We then heard a bit about Brand Ambassadors, essentially crew who volunteer to represent a particular brand associated with Clipper. Team partners have not all been confirmed (see Post 14 for the different types of partners and Post 23 for announced ones) but they should all be announced in the next few weeks. After this each crew will know their team colours and identity and be issued with kit. Cape Town and The Whitsundays (in Australia) were announced as host ports in addition to Seattle and Punte del Este. We still don’t know a couple, see the updated table below:

LegRace numberLeavePortArriveDestination
0 (Prep)16th Aug
1a11st SeptSt Katherine’s Dock London??????
1b2??????14-16 OctPunta del Este
Uruguay
2323rd OctPunta del Este7-11 NovCape Town
3417th NovCape Town9-14 DecFremantle
4522nd DecFremantle9-12 JanWhitsundays
5a618th JanWhitsundays10-15 FebSanya
5b721st FebSanya25-26 FebSE Asia
5c828th FebSE Asia2-3 MarchZhuhai
6a99th MarZhuhai17-19 MarchQingdao
6b1026th MarQingdao19-24 AprilSeattle
7a112nd MaySeattle27 May -1 JunePanama
7b125th JunePanamaMid JuneEast USA
8a13/14Late JuneEast USAMid JulyN Europe
8b14 or 15?Late JulyN EuropeEarly AugSt Katherine’s Dock London

As you can see, the very first race destination isn’t known and once past the Panama Canal we’re off into the unknown. The Race will actually start on 2nd September from Southend Pier. I’ll update when I can. We then had information on stopovers (see Post 22); we’ll know more eight then four weeks before each one. I hope to get myself organised before that though. We heard that there is a travel company who will be announced in the next few weeks, mainly for crew who are only on one or two legs and so need to arrive in the right place at the right time, but I’m sure we can piggy-back on this. Unicef updated us that each yacht will have a fund-raising co-ordinator for the first time. This is not an extra person but one of the crew. It’s becoming increasingly obvious that every crew member is going to be wearing a number of hats, especially the circumnavigators.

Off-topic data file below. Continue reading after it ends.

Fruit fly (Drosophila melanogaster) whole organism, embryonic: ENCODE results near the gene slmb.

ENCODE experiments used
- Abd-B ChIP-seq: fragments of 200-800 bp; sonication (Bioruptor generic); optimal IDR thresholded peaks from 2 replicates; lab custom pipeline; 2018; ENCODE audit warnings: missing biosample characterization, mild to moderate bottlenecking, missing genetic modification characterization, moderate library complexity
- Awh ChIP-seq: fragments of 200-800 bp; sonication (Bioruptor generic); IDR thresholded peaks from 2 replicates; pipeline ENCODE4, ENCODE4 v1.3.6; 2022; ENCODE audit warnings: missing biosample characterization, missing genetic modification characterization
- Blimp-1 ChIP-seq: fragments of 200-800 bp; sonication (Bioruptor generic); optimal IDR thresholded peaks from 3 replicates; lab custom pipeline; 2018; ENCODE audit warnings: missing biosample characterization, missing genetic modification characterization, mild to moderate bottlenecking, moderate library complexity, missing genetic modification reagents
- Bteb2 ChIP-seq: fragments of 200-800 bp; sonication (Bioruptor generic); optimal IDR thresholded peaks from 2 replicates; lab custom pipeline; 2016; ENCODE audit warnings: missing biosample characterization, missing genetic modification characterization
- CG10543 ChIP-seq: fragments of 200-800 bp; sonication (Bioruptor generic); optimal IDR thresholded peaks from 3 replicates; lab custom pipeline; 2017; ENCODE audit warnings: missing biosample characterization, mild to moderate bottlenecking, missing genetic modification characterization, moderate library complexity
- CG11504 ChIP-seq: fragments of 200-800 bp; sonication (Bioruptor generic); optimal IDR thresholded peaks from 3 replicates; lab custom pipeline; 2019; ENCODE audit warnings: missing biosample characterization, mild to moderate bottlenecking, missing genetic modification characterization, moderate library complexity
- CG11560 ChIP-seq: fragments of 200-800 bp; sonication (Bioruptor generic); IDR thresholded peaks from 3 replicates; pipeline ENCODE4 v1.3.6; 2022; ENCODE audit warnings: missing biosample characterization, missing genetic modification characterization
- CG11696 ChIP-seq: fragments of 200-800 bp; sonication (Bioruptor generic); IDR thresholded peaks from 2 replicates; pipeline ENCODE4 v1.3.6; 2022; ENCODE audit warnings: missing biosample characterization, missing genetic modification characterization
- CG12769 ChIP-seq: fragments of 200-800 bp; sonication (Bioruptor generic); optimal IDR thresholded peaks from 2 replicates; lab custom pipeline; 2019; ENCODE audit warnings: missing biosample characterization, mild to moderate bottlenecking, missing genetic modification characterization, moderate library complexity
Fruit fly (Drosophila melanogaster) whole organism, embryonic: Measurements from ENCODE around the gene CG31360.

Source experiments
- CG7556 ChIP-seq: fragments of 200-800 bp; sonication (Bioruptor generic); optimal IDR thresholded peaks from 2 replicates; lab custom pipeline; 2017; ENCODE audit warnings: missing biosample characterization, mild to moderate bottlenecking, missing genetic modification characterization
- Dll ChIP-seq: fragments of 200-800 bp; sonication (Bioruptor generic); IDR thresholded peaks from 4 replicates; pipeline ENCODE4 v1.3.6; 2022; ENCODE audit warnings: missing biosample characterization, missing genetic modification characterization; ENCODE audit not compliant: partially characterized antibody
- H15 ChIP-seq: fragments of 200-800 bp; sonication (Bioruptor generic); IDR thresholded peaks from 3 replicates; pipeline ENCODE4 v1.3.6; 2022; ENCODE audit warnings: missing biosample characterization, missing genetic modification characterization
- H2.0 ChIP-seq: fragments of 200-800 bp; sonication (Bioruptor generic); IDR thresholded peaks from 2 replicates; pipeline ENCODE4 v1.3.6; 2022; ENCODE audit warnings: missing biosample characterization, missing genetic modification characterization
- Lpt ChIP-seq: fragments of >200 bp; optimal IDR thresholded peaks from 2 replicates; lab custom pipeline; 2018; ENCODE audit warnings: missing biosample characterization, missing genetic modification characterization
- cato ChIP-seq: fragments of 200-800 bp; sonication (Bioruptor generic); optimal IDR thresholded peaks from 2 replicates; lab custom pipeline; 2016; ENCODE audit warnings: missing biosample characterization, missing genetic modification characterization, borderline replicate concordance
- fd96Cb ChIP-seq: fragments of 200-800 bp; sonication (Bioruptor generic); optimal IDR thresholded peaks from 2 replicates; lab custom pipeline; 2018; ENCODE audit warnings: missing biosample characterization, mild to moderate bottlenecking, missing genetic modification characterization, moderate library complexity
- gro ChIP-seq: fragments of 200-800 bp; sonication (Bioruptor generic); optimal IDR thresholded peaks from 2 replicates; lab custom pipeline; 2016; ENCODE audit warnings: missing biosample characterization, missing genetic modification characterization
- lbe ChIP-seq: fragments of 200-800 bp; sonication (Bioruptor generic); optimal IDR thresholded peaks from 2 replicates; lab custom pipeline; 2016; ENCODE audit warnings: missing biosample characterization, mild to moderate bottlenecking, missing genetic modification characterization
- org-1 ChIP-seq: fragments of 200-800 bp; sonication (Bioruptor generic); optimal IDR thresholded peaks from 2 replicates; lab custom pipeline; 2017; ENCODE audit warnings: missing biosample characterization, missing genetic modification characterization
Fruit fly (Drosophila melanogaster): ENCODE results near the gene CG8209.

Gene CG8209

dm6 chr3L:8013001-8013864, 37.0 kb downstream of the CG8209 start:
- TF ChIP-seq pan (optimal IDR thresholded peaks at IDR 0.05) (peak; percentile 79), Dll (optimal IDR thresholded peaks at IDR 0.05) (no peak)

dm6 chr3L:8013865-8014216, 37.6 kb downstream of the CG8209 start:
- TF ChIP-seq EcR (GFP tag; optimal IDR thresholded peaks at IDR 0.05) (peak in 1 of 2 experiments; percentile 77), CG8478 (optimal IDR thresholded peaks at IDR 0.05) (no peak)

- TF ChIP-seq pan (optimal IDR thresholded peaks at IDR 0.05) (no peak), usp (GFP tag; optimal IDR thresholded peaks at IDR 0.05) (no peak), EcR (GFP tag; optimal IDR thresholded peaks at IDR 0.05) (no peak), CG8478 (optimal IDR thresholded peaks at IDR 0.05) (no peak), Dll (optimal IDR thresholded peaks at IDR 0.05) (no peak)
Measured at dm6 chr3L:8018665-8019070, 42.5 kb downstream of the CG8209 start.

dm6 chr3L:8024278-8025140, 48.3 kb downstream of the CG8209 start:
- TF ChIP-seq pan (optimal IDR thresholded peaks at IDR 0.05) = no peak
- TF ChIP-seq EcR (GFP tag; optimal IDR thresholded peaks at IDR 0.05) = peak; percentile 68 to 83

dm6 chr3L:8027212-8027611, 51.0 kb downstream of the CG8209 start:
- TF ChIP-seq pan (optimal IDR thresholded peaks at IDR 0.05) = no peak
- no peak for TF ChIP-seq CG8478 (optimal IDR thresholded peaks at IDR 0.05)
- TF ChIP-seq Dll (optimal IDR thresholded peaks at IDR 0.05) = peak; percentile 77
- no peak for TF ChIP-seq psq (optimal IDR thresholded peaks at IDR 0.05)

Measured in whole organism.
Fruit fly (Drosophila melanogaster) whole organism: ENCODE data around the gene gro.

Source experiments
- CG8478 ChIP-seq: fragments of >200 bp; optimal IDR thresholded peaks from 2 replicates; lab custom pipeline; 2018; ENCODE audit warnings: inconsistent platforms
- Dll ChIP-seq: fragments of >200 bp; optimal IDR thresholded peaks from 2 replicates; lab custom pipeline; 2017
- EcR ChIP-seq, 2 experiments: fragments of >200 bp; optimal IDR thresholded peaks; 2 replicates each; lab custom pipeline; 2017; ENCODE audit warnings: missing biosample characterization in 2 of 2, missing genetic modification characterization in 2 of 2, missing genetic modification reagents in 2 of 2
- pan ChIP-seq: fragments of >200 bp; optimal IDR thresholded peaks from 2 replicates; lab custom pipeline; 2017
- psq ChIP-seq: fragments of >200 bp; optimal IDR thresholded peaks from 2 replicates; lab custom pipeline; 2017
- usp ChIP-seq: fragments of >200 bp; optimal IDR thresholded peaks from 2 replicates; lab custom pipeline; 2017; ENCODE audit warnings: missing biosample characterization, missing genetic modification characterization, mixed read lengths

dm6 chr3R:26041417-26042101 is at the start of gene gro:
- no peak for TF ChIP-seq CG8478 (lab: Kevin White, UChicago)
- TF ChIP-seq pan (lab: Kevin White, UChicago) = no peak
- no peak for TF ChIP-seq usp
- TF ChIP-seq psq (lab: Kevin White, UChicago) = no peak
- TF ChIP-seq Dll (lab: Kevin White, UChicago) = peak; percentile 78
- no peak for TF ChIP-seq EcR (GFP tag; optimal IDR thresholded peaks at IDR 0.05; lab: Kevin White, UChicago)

The next section addressed communications. Race crew news will be via email to the crew. The website will carry information as will Twitter, Instagram and Facebook. I’m going to have to get into this century and join all these. There will be on-board reporters (a crew member) and Youtube stuff, with Skipper daily blogs and crew will also be encouraged to blog. If you sign up on the Clipper website you should received updates in your inbox. However, don’t forget that they will be far from civilisation, so “daily” may not actually mean what we think it means. A RIB will go out to each boat at the end of each race to interview crew members and there will be local press interviews.

Smile and wave!

After all this and greater details of the race than I’ve given in the table above, we had what we’d all come for, the crew allocation (from midday, so we had about three hours of anticipation). To prolong the agony, each Skipper stood up in turn and announced HALF of his crew, so if you were in the first half you could relax. I didn’t have a bird’s-eye-view so not good photos, but here are our two teams.

George 4th out of the sorting hat!

Team Chris was first to speak so George didn’t have long to wait. Chris Brooks is Skippering the Qingdao boat: George needs to start learning his Mandarin. (Louise, you volunteered Neil to accompany me on this leg so we can test his Mandarin, you thought you were joking!). The AQP is Rhiannon Massey.

John had to wait a bit longer.

The eleventh Skipper to stand up was Ian Wiggin but luckily John was also in the first tranche. This is the Unicef boat, so John is already ahead of the game in terms of fundraising. His AQP is Mike Miller, who went round the world in the last race. For completeness here are the other two halves of our crews.

Rest of Team Chris (Qingdao)
Rest of Team Ian (Unicef)

After this we had lunch then split into teams for the afternoon. I’ll tell you more about these two boats and the host port Qingdao next time, as well as what we learnt in the afternoon session for supporters. You may be getting one of these posts a day for the next week.